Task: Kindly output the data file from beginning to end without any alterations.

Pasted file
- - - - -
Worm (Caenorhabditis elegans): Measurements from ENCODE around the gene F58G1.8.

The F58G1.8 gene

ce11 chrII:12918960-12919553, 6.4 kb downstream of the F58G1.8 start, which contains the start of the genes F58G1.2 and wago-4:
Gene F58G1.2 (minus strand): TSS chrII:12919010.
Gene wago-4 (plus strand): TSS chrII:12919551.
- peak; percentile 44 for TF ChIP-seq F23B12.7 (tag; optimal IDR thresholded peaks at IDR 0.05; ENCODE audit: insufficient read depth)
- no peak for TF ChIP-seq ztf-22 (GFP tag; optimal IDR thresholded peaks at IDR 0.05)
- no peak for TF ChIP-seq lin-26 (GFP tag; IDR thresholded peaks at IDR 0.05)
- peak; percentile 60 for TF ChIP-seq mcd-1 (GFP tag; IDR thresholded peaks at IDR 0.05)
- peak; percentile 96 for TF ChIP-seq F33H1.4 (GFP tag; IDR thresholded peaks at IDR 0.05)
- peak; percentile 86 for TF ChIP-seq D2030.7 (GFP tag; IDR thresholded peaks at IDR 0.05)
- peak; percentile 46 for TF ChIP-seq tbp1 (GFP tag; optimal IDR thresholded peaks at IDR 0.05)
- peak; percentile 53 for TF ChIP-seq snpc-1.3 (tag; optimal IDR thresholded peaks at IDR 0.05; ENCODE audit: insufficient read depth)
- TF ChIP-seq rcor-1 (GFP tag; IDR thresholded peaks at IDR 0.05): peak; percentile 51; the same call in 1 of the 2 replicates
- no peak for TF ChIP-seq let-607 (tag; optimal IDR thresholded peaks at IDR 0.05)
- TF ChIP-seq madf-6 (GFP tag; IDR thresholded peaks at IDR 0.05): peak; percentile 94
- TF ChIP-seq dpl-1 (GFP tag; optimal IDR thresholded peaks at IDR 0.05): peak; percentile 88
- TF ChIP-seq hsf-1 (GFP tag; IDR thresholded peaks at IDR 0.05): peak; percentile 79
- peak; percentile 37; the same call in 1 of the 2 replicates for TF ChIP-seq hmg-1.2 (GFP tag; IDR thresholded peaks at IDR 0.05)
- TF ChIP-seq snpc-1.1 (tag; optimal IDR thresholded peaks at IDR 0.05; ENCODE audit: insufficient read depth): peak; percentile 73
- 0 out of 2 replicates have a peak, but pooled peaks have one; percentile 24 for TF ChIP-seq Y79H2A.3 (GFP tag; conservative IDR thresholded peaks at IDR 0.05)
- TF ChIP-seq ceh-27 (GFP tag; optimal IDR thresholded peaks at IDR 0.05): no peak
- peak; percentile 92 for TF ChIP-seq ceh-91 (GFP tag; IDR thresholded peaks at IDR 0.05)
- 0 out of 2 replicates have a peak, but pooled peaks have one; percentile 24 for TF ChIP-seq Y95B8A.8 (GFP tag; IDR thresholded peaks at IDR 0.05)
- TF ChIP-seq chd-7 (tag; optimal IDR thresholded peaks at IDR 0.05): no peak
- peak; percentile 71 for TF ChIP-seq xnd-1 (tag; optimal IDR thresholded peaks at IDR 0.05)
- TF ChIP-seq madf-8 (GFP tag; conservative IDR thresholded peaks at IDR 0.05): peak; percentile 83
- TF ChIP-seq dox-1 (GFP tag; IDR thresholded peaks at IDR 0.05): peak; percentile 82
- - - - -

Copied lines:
Worm (Caenorhabditis elegans): Measurements from ENCODE around the gene F58G1.8.

The F58G1.8 gene

ce11 chrII:12918960-12919553, 6.4 kb downstream of the F58G1.8 start, which contains the start of the genes F58G1.2 and wago-4:
Gene F58G1.2 (minus strand): TSS chrII:12919010.
Gene wago-4 (plus strand): TSS chrII:12919551.
- peak; percentile 44 for TF ChIP-seq F23B12.7 (tag; optimal IDR thresholded peaks at IDR 0.05; ENCODE audit: insufficient read depth)
- no peak for TF ChIP-seq ztf-22 (GFP tag; optimal IDR thresholded peaks at IDR 0.05)
- no peak for TF ChIP-seq lin-26 (GFP tag; IDR thresholded peaks at IDR 0.05)
- peak; percentile 60 for TF ChIP-seq mcd-1 (GFP tag; IDR thresholded peaks at IDR 0.05)
- peak; percentile 96 for TF ChIP-seq F33H1.4 (GFP tag; IDR thresholded peaks at IDR 0.05)
- peak; percentile 86 for TF ChIP-seq D2030.7 (GFP tag; IDR thresholded peaks at IDR 0.05)
- peak; percentile 46 for TF ChIP-seq tbp1 (GFP tag; optimal IDR thresholded peaks at IDR 0.05)
- peak; percentile 53 for TF ChIP-seq snpc-1.3 (tag; optimal IDR thresholded peaks at IDR 0.05; ENCODE audit: insufficient read depth)
- TF ChIP-seq rcor-1 (GFP tag; IDR thresholded peaks at IDR 0.05): peak; percentile 51; the same call in 1 of the 2 replicates
- no peak for TF ChIP-seq let-607 (tag; optimal IDR thresholded peaks at IDR 0.05)
- TF ChIP-seq madf-6 (GFP tag; IDR thresholded peaks at IDR 0.05): peak; percentile 94
- TF ChIP-seq dpl-1 (GFP tag; optimal IDR thresholded peaks at IDR 0.05): peak; percentile 88
- TF ChIP-seq hsf-1 (GFP tag; IDR thresholded peaks at IDR 0.05): peak; percentile 79
- peak; percentile 37; the same call in 1 of the 2 replicates for TF ChIP-seq hmg-1.2 (GFP tag; IDR thresholded peaks at IDR 0.05)
- TF ChIP-seq snpc-1.1 (tag; optimal IDR thresholded peaks at IDR 0.05; ENCODE audit: insufficient read depth): peak; percentile 73
- 0 out of 2 replicates have a peak, but pooled peaks have one; percentile 24 for TF ChIP-seq Y79H2A.3 (GFP tag; conservative IDR thresholded peaks at IDR 0.05)
- TF ChIP-seq ceh-27 (GFP tag; optimal IDR thresholded peaks at IDR 0.05): no peak
- peak; percentile 92 for TF ChIP-seq ceh-91 (GFP tag; IDR thresholded peaks at IDR 0.05)
- 0 out of 2 replicates have a peak, but pooled peaks have one; percentile 24 for TF ChIP-seq Y95B8A.8 (GFP tag; IDR thresholded peaks at IDR 0.05)
- TF ChIP-seq chd-7 (tag; optimal IDR thresholded peaks at IDR 0.05): no peak
- peak; percentile 71 for TF ChIP-seq xnd-1 (tag; optimal IDR thresholded peaks at IDR 0.05)
- TF ChIP-seq madf-8 (GFP tag; conservative IDR thresholded peaks at IDR 0.05): peak; percentile 83
- TF ChIP-seq dox-1 (GFP tag; IDR thresholded peaks at IDR 0.05): peak; percentile 82